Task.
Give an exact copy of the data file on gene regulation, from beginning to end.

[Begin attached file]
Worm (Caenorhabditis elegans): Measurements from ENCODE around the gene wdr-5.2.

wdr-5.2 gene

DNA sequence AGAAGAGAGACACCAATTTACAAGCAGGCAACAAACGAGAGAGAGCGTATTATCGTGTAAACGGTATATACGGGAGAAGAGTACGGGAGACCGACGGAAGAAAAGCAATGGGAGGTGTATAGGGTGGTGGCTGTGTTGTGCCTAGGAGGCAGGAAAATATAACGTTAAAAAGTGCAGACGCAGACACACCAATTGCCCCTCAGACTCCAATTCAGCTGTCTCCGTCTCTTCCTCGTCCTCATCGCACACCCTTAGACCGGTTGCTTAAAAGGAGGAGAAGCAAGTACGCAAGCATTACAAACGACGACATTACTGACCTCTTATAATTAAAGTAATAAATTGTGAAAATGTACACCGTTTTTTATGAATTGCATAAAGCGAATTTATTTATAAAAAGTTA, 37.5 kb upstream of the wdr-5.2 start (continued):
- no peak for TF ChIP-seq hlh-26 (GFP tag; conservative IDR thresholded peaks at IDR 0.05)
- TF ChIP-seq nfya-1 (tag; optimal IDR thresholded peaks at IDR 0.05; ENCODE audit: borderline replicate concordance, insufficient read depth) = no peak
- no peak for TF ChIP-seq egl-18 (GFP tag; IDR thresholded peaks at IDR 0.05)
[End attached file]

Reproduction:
Worm (Caenorhabditis elegans): Measurements from ENCODE around the gene wdr-5.2.

wdr-5.2 gene

DNA sequence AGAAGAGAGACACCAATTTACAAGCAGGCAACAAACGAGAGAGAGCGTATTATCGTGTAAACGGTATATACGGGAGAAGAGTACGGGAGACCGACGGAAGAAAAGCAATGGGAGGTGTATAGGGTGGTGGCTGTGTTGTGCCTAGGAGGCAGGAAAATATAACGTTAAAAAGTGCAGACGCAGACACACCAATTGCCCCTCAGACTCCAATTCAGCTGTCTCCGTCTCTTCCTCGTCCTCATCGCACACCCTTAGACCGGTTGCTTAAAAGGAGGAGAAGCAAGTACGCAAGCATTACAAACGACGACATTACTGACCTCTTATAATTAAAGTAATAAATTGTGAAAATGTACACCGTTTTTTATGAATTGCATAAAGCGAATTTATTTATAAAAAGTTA, 37.5 kb upstream of the wdr-5.2 start (continued):
- no peak for TF ChIP-seq hlh-26 (GFP tag; conservative IDR thresholded peaks at IDR 0.05)
- TF ChIP-seq nfya-1 (tag; optimal IDR thresholded peaks at IDR 0.05; ENCODE audit: borderline replicate concordance, insufficient read depth) = no peak
- no peak for TF ChIP-seq egl-18 (GFP tag; IDR thresholded peaks at IDR 0.05)